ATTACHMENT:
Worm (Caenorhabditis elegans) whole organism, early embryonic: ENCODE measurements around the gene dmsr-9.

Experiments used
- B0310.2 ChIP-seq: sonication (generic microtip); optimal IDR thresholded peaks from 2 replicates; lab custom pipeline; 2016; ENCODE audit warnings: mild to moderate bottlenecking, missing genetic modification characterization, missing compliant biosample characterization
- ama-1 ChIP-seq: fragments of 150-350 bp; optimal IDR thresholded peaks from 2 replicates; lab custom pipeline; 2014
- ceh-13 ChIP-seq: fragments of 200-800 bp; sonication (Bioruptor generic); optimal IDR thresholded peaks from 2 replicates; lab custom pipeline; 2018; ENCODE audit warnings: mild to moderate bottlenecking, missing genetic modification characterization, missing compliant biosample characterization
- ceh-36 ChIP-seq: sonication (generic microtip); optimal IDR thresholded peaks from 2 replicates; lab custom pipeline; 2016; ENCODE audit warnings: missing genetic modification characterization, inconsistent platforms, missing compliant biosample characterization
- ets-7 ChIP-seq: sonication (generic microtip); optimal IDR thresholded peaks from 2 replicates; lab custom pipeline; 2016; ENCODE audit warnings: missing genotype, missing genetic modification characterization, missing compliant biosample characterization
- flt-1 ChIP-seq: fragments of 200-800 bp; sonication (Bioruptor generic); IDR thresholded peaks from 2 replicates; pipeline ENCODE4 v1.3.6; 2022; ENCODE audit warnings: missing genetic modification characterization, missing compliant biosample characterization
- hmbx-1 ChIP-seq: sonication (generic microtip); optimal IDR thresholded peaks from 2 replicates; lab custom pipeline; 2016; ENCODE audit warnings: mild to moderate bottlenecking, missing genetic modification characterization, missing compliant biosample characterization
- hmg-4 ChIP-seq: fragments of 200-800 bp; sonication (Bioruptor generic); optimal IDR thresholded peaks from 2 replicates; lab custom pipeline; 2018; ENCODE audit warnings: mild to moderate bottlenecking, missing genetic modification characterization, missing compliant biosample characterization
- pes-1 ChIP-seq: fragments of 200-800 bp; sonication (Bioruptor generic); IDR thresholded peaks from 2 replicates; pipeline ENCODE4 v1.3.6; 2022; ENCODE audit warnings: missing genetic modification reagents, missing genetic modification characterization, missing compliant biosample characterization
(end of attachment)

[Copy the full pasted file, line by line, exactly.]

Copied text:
Worm (Caenorhabditis elegans) whole organism, early embryonic: ENCODE measurements around the gene dmsr-9.

Experiments used
- B0310.2 ChIP-seq: sonication (generic microtip); optimal IDR thresholded peaks from 2 replicates; lab custom pipeline; 2016; ENCODE audit warnings: mild to moderate bottlenecking, missing genetic modification characterization, missing compliant biosample characterization
- ama-1 ChIP-seq: fragments of 150-350 bp; optimal IDR thresholded peaks from 2 replicates; lab custom pipeline; 2014
- ceh-13 ChIP-seq: fragments of 200-800 bp; sonication (Bioruptor generic); optimal IDR thresholded peaks from 2 replicates; lab custom pipeline; 2018; ENCODE audit warnings: mild to moderate bottlenecking, missing genetic modification characterization, missing compliant biosample characterization
- ceh-36 ChIP-seq: sonication (generic microtip); optimal IDR thresholded peaks from 2 replicates; lab custom pipeline; 2016; ENCODE audit warnings: missing genetic modification characterization, inconsistent platforms, missing compliant biosample characterization
- ets-7 ChIP-seq: sonication (generic microtip); optimal IDR thresholded peaks from 2 replicates; lab custom pipeline; 2016; ENCODE audit warnings: missing genotype, missing genetic modification characterization, missing compliant biosample characterization
- flt-1 ChIP-seq: fragments of 200-800 bp; sonication (Bioruptor generic); IDR thresholded peaks from 2 replicates; pipeline ENCODE4 v1.3.6; 2022; ENCODE audit warnings: missing genetic modification characterization, missing compliant biosample characterization
- hmbx-1 ChIP-seq: sonication (generic microtip); optimal IDR thresholded peaks from 2 replicates; lab custom pipeline; 2016; ENCODE audit warnings: mild to moderate bottlenecking, missing genetic modification characterization, missing compliant biosample characterization
- hmg-4 ChIP-seq: fragments of 200-800 bp; sonication (Bioruptor generic); optimal IDR thresholded peaks from 2 replicates; lab custom pipeline; 2018; ENCODE audit warnings: mild to moderate bottlenecking, missing genetic modification characterization, missing compliant biosample characterization
- pes-1 ChIP-seq: fragments of 200-800 bp; sonication (Bioruptor generic); IDR thresholded peaks from 2 replicates; pipeline ENCODE4 v1.3.6; 2022; ENCODE audit warnings: missing genetic modification reagents, missing genetic modification characterization, missing compliant biosample characterization